Plants with C4 photosynthesis, annual or perennial,
forming tufts or mats. Flowering stems erect to spreading, often ascending from
spreading bases, sometimes rooting at the lowermost nodes, glabrous. Leaf
sheaths glabrous or hairy, keeled, the ligule a short membrane, usually with an
uneven or irregularly toothed margin. Leaf blades flat, hairy or glabrous.
Inflorescences of several spikelike racemes, these arranged digitately at the
tip of the main inflorescence axis or nearly so, or in a panicle with a short
main axis, or (in D. cognata) the inflorescence an open, highly branched
panicle with individual, long‑stalked spikelets. Spikelike racemes (when
present) appearing 1‑sided, with the spikelets occurring in 2 rows along
1 side of the narrowly or broadly winged axis, the axis with a spikelet at the
tip. Spikelets not subtended by bristles or spines, without a cuplike ring or
knoblike disk at the base. Lower glume absent or minute and triangular, often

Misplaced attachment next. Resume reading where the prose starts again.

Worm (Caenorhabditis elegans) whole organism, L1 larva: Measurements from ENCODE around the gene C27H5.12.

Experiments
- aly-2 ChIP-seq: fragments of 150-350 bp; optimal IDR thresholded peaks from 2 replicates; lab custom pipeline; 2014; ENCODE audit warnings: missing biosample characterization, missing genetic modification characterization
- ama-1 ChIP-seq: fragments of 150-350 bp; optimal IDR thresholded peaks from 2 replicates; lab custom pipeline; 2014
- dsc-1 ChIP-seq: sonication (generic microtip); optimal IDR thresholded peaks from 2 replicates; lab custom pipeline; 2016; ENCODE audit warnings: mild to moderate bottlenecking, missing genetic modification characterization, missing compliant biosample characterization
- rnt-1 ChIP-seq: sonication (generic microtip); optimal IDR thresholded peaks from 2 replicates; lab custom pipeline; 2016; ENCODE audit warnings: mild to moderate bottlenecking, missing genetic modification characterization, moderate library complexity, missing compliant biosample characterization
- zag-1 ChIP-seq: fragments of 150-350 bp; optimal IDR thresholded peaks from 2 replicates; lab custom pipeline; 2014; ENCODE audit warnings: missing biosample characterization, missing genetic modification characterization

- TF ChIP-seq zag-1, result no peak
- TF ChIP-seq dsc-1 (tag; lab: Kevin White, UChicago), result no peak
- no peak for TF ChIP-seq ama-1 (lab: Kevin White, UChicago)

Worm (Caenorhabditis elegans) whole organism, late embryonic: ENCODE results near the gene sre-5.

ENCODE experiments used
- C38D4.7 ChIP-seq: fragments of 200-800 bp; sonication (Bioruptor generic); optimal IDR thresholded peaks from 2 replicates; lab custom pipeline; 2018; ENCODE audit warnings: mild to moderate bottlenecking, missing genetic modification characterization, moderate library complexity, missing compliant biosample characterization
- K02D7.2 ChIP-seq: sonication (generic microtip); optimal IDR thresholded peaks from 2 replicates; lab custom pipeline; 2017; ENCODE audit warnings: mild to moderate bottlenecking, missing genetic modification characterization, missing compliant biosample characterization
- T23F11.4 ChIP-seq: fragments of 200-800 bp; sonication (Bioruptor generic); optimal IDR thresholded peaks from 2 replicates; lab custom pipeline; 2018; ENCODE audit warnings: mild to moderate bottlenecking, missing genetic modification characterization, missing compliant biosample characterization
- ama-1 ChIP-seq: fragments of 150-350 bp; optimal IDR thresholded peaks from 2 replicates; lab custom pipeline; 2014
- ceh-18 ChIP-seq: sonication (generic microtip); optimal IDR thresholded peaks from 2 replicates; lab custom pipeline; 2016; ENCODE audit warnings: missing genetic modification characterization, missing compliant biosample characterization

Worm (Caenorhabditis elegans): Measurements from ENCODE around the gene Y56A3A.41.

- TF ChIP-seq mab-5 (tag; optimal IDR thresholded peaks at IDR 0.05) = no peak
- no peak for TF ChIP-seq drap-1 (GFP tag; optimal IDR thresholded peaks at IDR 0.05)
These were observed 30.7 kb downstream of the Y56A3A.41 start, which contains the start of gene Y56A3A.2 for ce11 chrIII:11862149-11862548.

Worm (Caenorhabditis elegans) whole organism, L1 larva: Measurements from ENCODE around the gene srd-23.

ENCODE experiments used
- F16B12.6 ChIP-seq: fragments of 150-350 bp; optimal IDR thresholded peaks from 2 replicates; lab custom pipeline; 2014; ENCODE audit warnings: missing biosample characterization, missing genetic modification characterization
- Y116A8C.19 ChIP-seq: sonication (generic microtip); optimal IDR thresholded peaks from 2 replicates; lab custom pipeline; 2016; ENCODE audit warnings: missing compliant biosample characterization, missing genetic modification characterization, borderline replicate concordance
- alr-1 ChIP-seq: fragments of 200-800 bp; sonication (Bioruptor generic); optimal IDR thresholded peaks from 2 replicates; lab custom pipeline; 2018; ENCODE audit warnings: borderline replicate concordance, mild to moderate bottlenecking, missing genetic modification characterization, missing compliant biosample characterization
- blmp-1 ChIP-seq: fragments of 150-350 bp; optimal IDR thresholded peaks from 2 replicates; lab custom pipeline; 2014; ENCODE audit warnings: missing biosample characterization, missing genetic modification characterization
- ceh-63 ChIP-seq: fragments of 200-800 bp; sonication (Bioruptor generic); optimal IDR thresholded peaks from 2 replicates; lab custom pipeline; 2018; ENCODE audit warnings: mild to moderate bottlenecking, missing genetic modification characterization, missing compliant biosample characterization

shed prior to flowering. Upper glume shorter than to about as long as the rest
of the spikelet, not inflated or saclike at the base, bluntly to sharply
pointed at the tip, awnless, 3‑ or 5‑nerved, glabrous or more
commonly hairy. Lowermost floret sterile, the palea absent or highly reduced,
the lemma about as long as the rest of the spikelet, bluntly to sharply pointed
at the tip, awnless, 5‑nerved, glabrous or more commonly hairy. Fertile
(perfect) floret with the lemma about as long as that of the staminate or
sterile floret, bluntly to sharply pointed at the tip, awnless, nerveless or
very faintly 3‑nerved, glabrous, dull, somewhat thickened and leathery
(not bonelike), but with thinner, lighter‑colored, relatively flat
margins, often only slightly wrapped around the palea and fruit. Paleas
glabrous, dull, somewhat thickened and leathery, but with thinner margins.
Fruits oblong‑elliptic in outline, white to brown. About 220 species,
nearly worldwide, mostly in tropical and subtropical regions.
A number of species of Digitaria are important as
weeds of lawns, crop fields, and grassland communities.